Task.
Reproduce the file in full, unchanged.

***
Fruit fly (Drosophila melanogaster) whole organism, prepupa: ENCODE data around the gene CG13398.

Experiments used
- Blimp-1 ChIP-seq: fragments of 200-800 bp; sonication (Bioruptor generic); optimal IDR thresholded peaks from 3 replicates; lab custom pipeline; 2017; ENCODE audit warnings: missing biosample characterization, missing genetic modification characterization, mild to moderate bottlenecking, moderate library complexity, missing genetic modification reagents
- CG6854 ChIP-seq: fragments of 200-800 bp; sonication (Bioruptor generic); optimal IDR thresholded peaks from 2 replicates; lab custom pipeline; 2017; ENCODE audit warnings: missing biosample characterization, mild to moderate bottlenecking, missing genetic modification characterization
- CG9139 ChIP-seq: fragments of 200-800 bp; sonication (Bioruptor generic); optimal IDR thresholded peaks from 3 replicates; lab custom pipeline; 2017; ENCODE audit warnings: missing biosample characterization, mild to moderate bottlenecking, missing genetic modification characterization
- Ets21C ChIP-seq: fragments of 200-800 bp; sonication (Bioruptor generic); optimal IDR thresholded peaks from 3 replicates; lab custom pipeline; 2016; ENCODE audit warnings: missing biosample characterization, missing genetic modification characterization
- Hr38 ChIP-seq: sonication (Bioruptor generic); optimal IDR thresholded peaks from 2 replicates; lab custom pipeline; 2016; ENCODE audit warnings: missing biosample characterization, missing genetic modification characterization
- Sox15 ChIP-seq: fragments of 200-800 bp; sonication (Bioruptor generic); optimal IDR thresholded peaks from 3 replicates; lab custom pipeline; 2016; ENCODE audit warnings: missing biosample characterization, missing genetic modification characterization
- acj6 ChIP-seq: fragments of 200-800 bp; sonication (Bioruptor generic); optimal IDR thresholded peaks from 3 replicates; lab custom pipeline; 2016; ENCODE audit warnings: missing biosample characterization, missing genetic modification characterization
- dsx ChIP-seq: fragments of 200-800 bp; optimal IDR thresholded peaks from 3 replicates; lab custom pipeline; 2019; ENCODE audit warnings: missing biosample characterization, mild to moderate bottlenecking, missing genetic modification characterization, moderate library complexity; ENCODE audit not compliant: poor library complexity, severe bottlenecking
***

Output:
Fruit fly (Drosophila melanogaster) whole organism, prepupa: ENCODE data around the gene CG13398.

Experiments used
- Blimp-1 ChIP-seq: fragments of 200-800 bp; sonication (Bioruptor generic); optimal IDR thresholded peaks from 3 replicates; lab custom pipeline; 2017; ENCODE audit warnings: missing biosample characterization, missing genetic modification characterization, mild to moderate bottlenecking, moderate library complexity, missing genetic modification reagents
- CG6854 ChIP-seq: fragments of 200-800 bp; sonication (Bioruptor generic); optimal IDR thresholded peaks from 2 replicates; lab custom pipeline; 2017; ENCODE audit warnings: missing biosample characterization, mild to moderate bottlenecking, missing genetic modification characterization
- CG9139 ChIP-seq: fragments of 200-800 bp; sonication (Bioruptor generic); optimal IDR thresholded peaks from 3 replicates; lab custom pipeline; 2017; ENCODE audit warnings: missing biosample characterization, mild to moderate bottlenecking, missing genetic modification characterization
- Ets21C ChIP-seq: fragments of 200-800 bp; sonication (Bioruptor generic); optimal IDR thresholded peaks from 3 replicates; lab custom pipeline; 2016; ENCODE audit warnings: missing biosample characterization, missing genetic modification characterization
- Hr38 ChIP-seq: sonication (Bioruptor generic); optimal IDR thresholded peaks from 2 replicates; lab custom pipeline; 2016; ENCODE audit warnings: missing biosample characterization, missing genetic modification characterization
- Sox15 ChIP-seq: fragments of 200-800 bp; sonication (Bioruptor generic); optimal IDR thresholded peaks from 3 replicates; lab custom pipeline; 2016; ENCODE audit warnings: missing biosample characterization, missing genetic modification characterization
- acj6 ChIP-seq: fragments of 200-800 bp; sonication (Bioruptor generic); optimal IDR thresholded peaks from 3 replicates; lab custom pipeline; 2016; ENCODE audit warnings: missing biosample characterization, missing genetic modification characterization
- dsx ChIP-seq: fragments of 200-800 bp; optimal IDR thresholded peaks from 3 replicates; lab custom pipeline; 2019; ENCODE audit warnings: missing biosample characterization, mild to moderate bottlenecking, missing genetic modification characterization, moderate library complexity; ENCODE audit not compliant: poor library complexity, severe bottlenecking